IRS extends 1031 deadlines due to a RARE special circumstance

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In a VERY rare move, the IRS granted deadline extensions to some taxpayers for their 1031 exchanges. The IRS granted the extensions due to the hardships caused by Hurricane Charley and Tropical Storm Bonnie.

The IRS doesn't make the rules, but is required to enforce them. It's like a traffic cop monitoring people evacuating an area where a storm is approaching; he can't change the speed limit, but he can choose to extend grace to victims by not writing the ticket. In this special circumstance, the IRS has chosen not to enforce tax deadlines in 26 select Florida counties.

Normally in a Section 1031 exchange, a taxpayer/exchanger must properly identify their replacement or New Property within 45 days of the closing of their relinquished or Old Property. Then they must close on the purchase of exchange property(ies) within 180 days from the date of their closing on the sale of their Old Property. Federal tax code allows no exceptions to these deadlines! However, the IRS enforces the tax code, and can grant extensions of the deadlines by simply not enforcing them until a later date. Such is the case here.

The IRS recently announced that it has granted tax relief for taxpayers in 26 Florida counties, including relief for exchangers from their 45 and 180-day exchange deadlines. The relief period runs from August 11, 2004 to October 15, 2004. From our reading of the announcement, any 45 or 180 day deadline occurring between these two dates may be eligible to be extended until October 15.

We urge anyone who might be affected by this announcement to consult with an independent tax and/or legal advisor. In this instance especially, the relief provisions are not entirely defined and each situation may require careful consideration of the available options. For further information from the IRS directly, you may refer to the following information posted on the IRS website:

Tax Relief: Presidentially Declared Disaster Areas
IRS Grants Tax Relief for Tropical Storms¡ Victims
IR-2004-108, Aug. 16, 2004 (Updated 8/24/04 to add Flagler County)

Remember: grace is free but it isn't cheap. The traffic cop can still write the ticket if the evacuee is taking advantage of the storm by going 100mph.

If you have any further questions about this, you may also call a consultant at The 1031 Exchange Experts, toll-free at 866-694-0204 to get more information.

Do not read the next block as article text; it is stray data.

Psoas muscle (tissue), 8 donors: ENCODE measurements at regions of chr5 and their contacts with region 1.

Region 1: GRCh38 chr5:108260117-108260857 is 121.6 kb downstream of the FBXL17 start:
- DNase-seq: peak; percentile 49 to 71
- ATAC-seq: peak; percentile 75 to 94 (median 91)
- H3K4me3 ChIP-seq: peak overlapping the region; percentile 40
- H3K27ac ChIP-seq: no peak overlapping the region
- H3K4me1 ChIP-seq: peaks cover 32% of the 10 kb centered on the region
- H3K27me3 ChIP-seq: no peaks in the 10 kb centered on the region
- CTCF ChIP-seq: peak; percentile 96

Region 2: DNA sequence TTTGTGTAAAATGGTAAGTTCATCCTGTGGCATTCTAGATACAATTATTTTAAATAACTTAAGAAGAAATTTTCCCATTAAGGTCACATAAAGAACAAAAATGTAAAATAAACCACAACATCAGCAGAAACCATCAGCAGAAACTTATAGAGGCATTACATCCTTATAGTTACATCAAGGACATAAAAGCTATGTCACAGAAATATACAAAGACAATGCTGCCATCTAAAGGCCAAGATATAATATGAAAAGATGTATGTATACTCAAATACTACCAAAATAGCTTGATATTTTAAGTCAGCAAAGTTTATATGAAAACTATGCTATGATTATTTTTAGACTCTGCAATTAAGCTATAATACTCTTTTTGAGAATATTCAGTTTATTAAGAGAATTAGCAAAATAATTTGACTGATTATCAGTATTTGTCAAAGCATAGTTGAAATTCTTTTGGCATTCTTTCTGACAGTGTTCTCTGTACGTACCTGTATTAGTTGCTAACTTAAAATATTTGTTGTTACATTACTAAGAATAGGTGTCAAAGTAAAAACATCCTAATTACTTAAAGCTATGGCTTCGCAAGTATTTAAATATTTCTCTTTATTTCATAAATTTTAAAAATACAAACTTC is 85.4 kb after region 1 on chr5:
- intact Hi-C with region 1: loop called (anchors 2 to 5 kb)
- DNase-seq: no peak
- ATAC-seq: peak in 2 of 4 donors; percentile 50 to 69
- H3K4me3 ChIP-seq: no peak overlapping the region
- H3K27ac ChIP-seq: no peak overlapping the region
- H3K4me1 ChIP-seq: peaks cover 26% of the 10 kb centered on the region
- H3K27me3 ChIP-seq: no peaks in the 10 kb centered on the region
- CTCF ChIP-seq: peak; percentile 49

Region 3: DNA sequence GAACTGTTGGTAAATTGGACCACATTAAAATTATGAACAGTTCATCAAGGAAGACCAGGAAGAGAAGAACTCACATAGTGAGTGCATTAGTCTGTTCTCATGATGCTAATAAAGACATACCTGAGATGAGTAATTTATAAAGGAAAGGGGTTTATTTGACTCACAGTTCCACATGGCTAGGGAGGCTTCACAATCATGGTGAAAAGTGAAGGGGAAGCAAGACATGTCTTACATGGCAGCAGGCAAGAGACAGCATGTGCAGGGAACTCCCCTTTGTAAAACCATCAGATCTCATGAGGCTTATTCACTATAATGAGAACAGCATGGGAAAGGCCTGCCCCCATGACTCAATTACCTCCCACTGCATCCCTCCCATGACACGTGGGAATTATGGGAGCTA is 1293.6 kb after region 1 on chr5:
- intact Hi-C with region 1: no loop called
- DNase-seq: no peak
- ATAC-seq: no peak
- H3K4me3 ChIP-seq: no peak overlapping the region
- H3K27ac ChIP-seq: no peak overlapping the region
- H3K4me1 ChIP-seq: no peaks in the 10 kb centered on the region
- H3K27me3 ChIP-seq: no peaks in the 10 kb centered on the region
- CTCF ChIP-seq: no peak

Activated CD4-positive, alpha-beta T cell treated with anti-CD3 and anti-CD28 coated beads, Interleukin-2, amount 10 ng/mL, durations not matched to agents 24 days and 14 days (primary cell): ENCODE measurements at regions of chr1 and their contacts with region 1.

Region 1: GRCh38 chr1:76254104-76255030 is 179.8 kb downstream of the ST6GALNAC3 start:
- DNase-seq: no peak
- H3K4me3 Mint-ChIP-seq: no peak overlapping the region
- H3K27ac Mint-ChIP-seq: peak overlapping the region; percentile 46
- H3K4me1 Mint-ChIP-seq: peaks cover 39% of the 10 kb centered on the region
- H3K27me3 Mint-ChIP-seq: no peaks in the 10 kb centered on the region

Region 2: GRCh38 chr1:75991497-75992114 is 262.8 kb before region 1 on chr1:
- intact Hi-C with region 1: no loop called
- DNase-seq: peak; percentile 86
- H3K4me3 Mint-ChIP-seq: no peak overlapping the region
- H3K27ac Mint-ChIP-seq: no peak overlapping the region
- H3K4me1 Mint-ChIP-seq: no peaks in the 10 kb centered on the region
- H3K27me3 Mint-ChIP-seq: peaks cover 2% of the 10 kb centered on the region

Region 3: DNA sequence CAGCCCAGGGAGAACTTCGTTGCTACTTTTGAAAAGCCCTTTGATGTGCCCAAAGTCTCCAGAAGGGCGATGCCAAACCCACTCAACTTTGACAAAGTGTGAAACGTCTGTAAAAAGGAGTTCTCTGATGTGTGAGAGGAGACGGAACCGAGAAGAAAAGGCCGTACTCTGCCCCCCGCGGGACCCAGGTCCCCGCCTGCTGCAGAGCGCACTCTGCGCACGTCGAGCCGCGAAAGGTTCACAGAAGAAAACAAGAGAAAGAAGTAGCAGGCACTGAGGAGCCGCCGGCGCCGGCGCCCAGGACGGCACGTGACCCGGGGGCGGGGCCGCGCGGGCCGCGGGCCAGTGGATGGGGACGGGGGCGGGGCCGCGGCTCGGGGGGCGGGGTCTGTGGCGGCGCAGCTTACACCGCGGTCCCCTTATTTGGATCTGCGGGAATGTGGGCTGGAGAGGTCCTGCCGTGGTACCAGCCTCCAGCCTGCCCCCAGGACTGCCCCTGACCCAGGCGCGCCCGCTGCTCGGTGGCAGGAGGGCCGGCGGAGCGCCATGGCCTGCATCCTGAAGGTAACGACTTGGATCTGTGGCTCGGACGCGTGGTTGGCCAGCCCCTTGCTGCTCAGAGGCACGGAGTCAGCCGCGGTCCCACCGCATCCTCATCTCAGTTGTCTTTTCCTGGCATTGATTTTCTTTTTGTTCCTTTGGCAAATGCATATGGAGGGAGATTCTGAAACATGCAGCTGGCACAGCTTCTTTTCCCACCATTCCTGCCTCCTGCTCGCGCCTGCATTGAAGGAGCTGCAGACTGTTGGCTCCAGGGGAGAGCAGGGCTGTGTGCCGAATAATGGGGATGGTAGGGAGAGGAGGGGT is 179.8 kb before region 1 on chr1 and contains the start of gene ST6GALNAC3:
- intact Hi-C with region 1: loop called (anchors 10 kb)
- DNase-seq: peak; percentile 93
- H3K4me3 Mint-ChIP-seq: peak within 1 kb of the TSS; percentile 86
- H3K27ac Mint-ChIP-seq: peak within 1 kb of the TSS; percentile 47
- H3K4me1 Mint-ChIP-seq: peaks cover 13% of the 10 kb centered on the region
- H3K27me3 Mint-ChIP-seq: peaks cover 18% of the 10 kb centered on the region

More good news (tax-wise) for hurricane-affected taxpayers

Hurricanes continue to plague Florida and the eastern United States, and our hearts go out to those of you who have been affected by them.

One small bit of good news is that the IRS continues to recognize the effects of the hurricanes upon the affected areas, and has offered taxpayers more relief from deadlines as a result. Due to the widespread nature of the storms, tax relief now applies to taxpayers in parts of Florida, Alabama, Louisiana, Mississippi, Georgia, North Carolina, Pennsylvania, Virginia, and West Virginia.

In the 1031 exchange context, this relief includes an extension of time to complete identification of replacement property (which normally must be completed 45 days after the closing of the sale of relinquished property) and to complete (close) the purchase of replacement property (which normally must be completed 180 days from the relinquished property sale closing).

We again note that the exact details of the relief offered from the IRS are unclear. Generally, this relief applies if your principal residence is located in a Presidentially Declared Disaster Area, but the IRS also has the power to include other persons affected by the disaster within the relief offered. If you have specific questions about how the relief provisions work, or about eligibility for the relief, The Experts are available to help answer any questions we can. We also strongly recommend that any affected taxpayer consult with a legal or tax advisor prior to making any decisions affecting tax payment (including the effect of the relief on specific 1031 exchanges).

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